The Personalist Project

Between intensive training for a bike challenge, traveling to and from France, and transitioning to New Hampshire, I'm afraid last month's Reading Circle fell by the wayside. 

Yesterday I belatedly posted the recording of my introduction to the two articles on the theme of "Persons, Friendship & Technology." 

One thought, central to both pieces, is that unlike real friendships, virtual friendships are risk-free. They enable us to connect with others while hiding ourselves and keeping others at a safe, managable distance. We are not exposed and vulnerable, the way we are in face-to-face encounters. Not much trust is required and no deep betrayal is possible. And if we are no longer interested in a connection, or if it becomes problematic in some way, we can simply "unfriend" the other or delete our account. Virtual connections have few real consequences, and involve very little responsibility.

All this may be fine up to a point. But when virtual relationships begin to predominate in our lives, when they no longer serve but begin to replace real friendships, they become a threat to our wellbeing. Persons will be impoverished and become weakened in their selfhood. They will lack the robust self-standing that enables us to bear reality, including the reality of genuine friendships. Here is a passage from Turkle expressing the point:

in our rush to connect, we flee from solitude, our ability to be separate and gather ourselves. Lacking the capacity for solitude, we turn to other people but don’t experience them as they are. It is as though we use them, need them as spare parts to support our increasingly fragile selves.

I find Scruton and Turkle very convincing when it comes to the dangers posed by these new communication technologies. But what about the postives? Is it not true that these new ways of connecting with other people answer a genuine need? Is it not true that for all sorts of reasons (especially the invention of the car) people are more isolated from one another than ever before? That the opportunities for face-to-face encounters are very few, and the internet a partial but nonetheless welcome remedy for the situation?

I'd love to hear your thoughts on this or any other aspect related to the topic.  Member feed is open for those who may have more to say than can easily fit within the space allowed for comments.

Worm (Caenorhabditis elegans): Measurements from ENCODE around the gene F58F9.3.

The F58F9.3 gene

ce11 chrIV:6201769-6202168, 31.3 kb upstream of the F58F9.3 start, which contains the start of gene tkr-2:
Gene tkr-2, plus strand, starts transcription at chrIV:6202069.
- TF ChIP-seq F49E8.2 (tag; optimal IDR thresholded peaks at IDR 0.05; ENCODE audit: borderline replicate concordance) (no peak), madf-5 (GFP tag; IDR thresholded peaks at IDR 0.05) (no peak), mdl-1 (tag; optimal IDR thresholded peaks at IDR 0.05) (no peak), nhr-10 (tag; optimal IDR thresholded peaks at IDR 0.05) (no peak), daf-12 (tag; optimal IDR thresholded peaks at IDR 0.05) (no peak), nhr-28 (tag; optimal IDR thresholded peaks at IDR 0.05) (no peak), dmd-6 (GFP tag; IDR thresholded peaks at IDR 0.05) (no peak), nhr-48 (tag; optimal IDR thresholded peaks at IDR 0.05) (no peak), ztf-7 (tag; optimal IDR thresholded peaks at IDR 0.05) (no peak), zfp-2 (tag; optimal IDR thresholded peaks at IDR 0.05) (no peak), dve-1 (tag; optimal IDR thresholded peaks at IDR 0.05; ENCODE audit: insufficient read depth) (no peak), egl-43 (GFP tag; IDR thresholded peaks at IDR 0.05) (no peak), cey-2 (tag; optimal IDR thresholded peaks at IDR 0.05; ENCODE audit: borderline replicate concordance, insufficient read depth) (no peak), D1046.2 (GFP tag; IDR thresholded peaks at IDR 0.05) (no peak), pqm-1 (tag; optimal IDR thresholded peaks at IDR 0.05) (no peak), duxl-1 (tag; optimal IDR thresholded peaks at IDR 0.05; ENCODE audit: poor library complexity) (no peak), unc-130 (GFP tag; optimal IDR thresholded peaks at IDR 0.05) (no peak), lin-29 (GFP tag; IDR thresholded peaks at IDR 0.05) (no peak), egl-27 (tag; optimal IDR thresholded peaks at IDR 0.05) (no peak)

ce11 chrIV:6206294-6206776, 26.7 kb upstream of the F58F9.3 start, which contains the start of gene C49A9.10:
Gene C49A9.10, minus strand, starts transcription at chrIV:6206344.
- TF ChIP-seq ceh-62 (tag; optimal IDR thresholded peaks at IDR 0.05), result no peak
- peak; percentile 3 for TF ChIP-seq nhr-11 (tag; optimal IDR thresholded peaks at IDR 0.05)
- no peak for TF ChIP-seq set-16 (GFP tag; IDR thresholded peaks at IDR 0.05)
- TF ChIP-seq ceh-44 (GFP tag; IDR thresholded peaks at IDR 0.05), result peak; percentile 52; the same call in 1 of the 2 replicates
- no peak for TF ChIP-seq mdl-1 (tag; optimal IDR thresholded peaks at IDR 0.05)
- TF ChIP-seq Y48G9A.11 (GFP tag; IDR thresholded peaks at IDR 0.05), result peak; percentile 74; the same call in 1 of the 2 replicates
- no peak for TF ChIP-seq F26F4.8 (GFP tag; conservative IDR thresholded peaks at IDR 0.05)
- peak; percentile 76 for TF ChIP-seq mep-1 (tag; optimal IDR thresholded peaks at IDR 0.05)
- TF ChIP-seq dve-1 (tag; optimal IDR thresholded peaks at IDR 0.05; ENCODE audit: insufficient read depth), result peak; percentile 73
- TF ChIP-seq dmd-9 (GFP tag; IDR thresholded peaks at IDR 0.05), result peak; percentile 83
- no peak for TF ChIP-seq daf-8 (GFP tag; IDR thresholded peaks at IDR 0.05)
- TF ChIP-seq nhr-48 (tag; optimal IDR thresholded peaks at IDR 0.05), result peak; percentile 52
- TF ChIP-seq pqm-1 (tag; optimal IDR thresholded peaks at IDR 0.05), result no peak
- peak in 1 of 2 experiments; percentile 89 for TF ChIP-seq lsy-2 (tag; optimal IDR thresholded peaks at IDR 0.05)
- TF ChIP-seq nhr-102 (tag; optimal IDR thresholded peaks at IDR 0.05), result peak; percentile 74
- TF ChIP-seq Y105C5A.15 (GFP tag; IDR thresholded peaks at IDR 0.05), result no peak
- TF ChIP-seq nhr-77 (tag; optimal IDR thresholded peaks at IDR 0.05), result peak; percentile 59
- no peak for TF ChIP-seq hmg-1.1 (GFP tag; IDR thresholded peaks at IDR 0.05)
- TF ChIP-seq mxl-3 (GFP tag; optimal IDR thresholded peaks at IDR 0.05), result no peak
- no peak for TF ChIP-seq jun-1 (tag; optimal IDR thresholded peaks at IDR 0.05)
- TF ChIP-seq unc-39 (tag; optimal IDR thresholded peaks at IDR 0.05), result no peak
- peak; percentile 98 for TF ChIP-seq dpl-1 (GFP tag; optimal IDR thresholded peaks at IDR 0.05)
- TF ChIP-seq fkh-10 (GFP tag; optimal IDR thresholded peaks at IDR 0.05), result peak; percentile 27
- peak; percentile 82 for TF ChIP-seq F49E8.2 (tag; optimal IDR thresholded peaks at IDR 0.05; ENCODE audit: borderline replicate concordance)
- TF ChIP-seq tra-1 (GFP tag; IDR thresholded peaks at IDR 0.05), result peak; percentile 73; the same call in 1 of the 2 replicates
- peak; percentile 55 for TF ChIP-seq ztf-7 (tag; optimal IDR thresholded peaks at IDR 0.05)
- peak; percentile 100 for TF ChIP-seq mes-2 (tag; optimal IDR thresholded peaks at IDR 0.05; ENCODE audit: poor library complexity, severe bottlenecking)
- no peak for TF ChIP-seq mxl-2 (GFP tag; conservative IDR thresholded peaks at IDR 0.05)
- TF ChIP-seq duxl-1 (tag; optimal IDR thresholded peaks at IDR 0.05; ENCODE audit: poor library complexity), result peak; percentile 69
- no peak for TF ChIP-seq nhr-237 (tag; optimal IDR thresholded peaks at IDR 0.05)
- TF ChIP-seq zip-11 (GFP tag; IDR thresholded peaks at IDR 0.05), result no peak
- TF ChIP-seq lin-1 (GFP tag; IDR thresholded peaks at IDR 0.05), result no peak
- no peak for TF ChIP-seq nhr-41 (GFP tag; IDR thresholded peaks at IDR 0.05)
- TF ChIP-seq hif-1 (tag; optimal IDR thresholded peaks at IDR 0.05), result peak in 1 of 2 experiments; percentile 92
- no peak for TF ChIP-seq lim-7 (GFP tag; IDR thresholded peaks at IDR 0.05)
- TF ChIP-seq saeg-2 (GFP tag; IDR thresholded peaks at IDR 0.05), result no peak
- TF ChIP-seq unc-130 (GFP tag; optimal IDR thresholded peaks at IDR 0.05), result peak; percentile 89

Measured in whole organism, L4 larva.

Comments (8)

Tim Cronin

#1, Jul 16, 2012 12:31pm

Jules, I've been thinking about technology, place, and persons a lot lately. My most recent thinking has been on the relationship between Plato's allegory of the cave and how our lives are so mediated by screens and technology. I sit in front of a screen all day in an air conditioned cubicle and desire instead to be out in the open with fresh air. It seems technology isolates us from community more often than not.

Tim Cronin

#2, Jul 16, 2012 4:15pm

I agree that the vehicle which enabled us to transcend our bodily limits of travel was what most radically altered our communities and that the internet might be a way of trying to correct technology with technology. Part of our problem is however to always look for a technological solution to problems even when technology created the problem. A good author on technology is George Grant "Technology & Empire"

Katie van Schaijik

#3, Jul 16, 2012 4:36pm

I feel torn on this issue, because everything Turkle and Scruton say seems to me true.  I experience it as true.  And yet, on the other hand, I also experience genuine (albeit reduced-in-fulnes) friendship, community, and intellectual exchange on the internet.  I would feel bereft without them.  Outside my immediate family, most of my "3D" encounters are either wretchedly superficial, or too infrequent to alleviate loneliness.